How many corporate training programs have you been through? More importantly, how much of the information you learned in those programs is still in your brain? If you are like most people, at least a good portion of that information is gone. There is a reason behind this, and it is not your fault.
Far too much corporate training revolves around the concept of memorization. Learners are presented with information via slide decks and handouts. They are expected to memorize the information for the purposes of passing an assessment. A passing grade results in a certificate proclaiming that learners have successfully completed the course.
What is missing here? Learner engagement. Information that requires only memorization rarely engages. And if it does not engage, it is not likely to be remembered. This is why companies like Salt Lake City’s Fulcrum Labs place so much emphasis on incorporating engaging content in their adaptive learning platforms.
Fulcrum Labs likens adaptive learning to the old analogy of teaching a man to fish. If you are familiar with the analogy, you know that giving a man a fish only feeds him for a single day. Teaching him to fish gives him a skill he can rely on to feed himself every day.
Memorizing information solely to pass an assessment is like being given a fish. You take just what you need to get by at that moment. You do not learn anything that will help you fend for yourself down the road. You simply memorize, regurgitate, and repeat.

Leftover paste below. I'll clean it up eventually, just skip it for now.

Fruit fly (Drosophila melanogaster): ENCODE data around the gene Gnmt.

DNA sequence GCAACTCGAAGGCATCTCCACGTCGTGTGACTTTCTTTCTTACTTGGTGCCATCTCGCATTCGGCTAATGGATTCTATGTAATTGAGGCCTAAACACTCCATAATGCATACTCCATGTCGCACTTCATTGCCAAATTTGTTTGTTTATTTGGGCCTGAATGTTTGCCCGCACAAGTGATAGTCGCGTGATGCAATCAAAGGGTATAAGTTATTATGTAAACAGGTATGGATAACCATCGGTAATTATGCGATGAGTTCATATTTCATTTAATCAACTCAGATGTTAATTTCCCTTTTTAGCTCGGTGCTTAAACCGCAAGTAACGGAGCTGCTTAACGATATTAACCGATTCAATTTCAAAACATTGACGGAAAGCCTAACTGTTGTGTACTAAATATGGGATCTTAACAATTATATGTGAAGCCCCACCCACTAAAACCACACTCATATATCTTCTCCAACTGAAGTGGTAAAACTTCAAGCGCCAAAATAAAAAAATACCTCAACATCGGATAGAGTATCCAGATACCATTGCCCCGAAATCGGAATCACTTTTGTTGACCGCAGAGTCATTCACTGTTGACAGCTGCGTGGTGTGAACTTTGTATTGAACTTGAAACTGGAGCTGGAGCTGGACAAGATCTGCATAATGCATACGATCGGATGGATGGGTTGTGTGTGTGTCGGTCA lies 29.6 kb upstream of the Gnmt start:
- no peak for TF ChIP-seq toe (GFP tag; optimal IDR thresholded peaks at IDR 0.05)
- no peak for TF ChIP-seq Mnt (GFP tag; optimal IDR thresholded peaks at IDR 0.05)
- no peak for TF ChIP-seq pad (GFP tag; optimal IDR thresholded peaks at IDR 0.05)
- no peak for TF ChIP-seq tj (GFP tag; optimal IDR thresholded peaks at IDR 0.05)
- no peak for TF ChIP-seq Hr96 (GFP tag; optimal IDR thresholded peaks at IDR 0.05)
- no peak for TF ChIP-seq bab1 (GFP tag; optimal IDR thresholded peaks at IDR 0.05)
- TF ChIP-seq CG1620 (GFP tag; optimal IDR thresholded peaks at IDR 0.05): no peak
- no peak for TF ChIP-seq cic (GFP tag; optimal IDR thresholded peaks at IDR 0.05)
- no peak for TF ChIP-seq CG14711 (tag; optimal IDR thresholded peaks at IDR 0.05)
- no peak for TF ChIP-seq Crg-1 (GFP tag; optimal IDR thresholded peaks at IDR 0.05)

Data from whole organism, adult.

Engaging content is akin to learning to fish. It is content that requires more from you than mere memorization. Engaging content teaches you the fundamental principles of a given topic, principles that can be applied above and beyond the facts necessary to pass an assessment.
Engaging content is critical to adaptive learning’s goals. The whole point of adaptive learning is to create an environment in which learners take ownership of their training and go on to master content that can be applied in real-world settings. The ‘adaptive’ portion is observed in learning platforms capable of adapting to the needs and preferences of individual learners.
There may be one learner who needs more opportunities to digest information and fewer opportunities to practice it. Another learner may be just the opposite. He absorbs information rather quickly but needs more time to practice. A truly adaptive learning platform adapts to both needs.
Unfortunately, it is very difficult to create a truly adaptive learning platform if content is not engaging. Only engaging content can pull a learner in and make him or her a willing participant in the training. Only engaging content can help the person make the best use of information absorption and practice.
Fulcrum Labs says it is equally important to combine engaging content with personalized feedback. They say personalized feedback draws a line of distinction between telling and teaching. The differences between the two are as clear as the differences between giving an answer and hinting at it.
When feedback consists of merely giving correct answers, learners are only encouraged to memorize those answers. But when it consists of hinting instead, learners are encouraged to find the answers themselves. Now feedback is no longer telling learners something; it is teaching them by motivating them to find the answers.
Engaging content is critical to adaptive learning. It is the foundation on which self-direction, personalized feedback, and mastery are built. If more corporate training programs would embrace it, engaging content would lead to more actionable skills and fewer training memory lapses.